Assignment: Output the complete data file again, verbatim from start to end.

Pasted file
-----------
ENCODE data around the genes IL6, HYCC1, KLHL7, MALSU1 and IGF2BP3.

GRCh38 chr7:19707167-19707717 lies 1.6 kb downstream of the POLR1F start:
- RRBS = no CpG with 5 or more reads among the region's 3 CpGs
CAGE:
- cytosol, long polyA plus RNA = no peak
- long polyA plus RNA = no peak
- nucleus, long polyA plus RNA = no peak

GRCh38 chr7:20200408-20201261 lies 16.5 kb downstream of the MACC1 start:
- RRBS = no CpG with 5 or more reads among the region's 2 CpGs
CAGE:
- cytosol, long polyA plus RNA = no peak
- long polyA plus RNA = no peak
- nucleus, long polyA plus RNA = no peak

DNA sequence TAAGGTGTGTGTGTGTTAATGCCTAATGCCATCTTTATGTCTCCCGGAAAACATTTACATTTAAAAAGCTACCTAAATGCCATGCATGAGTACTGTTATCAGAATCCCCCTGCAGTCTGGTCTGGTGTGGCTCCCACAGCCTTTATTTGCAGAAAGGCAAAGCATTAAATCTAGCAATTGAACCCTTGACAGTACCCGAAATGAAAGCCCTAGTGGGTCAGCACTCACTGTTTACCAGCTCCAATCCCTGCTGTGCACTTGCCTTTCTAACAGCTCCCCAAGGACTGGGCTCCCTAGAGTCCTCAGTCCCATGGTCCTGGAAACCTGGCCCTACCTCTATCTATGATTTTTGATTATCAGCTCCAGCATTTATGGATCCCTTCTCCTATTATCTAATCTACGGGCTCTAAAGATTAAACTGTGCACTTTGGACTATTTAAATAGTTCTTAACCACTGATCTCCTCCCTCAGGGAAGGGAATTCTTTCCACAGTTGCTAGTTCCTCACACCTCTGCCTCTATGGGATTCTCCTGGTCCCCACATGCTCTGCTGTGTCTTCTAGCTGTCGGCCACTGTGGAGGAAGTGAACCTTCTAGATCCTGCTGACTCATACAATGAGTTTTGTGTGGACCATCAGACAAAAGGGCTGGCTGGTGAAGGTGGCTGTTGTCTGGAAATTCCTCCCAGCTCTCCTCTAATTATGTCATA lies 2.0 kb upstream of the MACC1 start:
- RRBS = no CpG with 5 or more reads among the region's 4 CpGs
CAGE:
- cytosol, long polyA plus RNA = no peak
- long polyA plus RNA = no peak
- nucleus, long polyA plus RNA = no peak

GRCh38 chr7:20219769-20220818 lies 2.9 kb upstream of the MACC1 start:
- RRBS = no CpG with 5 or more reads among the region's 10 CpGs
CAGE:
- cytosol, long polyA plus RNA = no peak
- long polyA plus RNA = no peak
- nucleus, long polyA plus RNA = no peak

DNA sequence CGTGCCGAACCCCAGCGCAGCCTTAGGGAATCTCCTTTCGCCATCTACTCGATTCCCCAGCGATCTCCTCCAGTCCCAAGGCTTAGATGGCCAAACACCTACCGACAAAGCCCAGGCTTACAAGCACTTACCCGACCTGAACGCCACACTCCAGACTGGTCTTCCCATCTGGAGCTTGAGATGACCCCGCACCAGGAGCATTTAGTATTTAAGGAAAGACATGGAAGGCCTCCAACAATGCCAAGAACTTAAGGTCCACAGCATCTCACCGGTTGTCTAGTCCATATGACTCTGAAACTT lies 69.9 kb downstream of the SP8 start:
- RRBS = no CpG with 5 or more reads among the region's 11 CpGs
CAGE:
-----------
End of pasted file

ENCODE data around the genes IL6, HYCC1, KLHL7, MALSU1 and IGF2BP3.

GRCh38 chr7:19707167-19707717 lies 1.6 kb downstream of the POLR1F start:
- RRBS = no CpG with 5 or more reads among the region's 3 CpGs
CAGE:
- cytosol, long polyA plus RNA = no peak
- long polyA plus RNA = no peak
- nucleus, long polyA plus RNA = no peak

GRCh38 chr7:20200408-20201261 lies 16.5 kb downstream of the MACC1 start:
- RRBS = no CpG with 5 or more reads among the region's 2 CpGs
CAGE:
- cytosol, long polyA plus RNA = no peak
- long polyA plus RNA = no peak
- nucleus, long polyA plus RNA = no peak

DNA sequence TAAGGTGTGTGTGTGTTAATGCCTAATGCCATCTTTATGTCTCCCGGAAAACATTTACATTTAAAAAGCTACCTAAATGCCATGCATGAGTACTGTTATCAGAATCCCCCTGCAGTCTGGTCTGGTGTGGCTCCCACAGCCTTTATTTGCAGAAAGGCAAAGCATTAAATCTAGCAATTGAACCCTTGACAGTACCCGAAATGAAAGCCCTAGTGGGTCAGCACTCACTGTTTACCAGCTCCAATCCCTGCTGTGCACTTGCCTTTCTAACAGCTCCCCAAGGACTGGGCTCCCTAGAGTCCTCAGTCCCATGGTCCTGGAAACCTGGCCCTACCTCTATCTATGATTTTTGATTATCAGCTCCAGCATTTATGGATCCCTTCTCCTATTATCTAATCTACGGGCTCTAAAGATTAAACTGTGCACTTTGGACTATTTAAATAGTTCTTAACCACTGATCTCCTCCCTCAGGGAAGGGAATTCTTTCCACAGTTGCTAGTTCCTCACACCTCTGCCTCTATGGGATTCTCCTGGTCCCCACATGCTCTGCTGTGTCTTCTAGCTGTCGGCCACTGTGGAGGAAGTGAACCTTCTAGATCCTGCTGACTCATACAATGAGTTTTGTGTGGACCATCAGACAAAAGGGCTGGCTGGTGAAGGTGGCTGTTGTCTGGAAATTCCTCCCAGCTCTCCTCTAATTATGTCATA lies 2.0 kb upstream of the MACC1 start:
- RRBS = no CpG with 5 or more reads among the region's 4 CpGs
CAGE:
- cytosol, long polyA plus RNA = no peak
- long polyA plus RNA = no peak
- nucleus, long polyA plus RNA = no peak

GRCh38 chr7:20219769-20220818 lies 2.9 kb upstream of the MACC1 start:
- RRBS = no CpG with 5 or more reads among the region's 10 CpGs
CAGE:
- cytosol, long polyA plus RNA = no peak
- long polyA plus RNA = no peak
- nucleus, long polyA plus RNA = no peak

DNA sequence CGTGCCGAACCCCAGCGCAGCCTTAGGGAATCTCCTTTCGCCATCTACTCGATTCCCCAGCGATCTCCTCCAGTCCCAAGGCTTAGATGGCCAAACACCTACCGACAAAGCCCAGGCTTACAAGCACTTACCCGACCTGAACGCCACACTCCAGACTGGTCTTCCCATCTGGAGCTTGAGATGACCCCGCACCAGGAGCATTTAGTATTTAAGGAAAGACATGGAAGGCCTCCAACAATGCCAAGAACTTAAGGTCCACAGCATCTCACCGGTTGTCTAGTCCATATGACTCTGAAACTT lies 69.9 kb downstream of the SP8 start:
- RRBS = no CpG with 5 or more reads among the region's 11 CpGs
CAGE: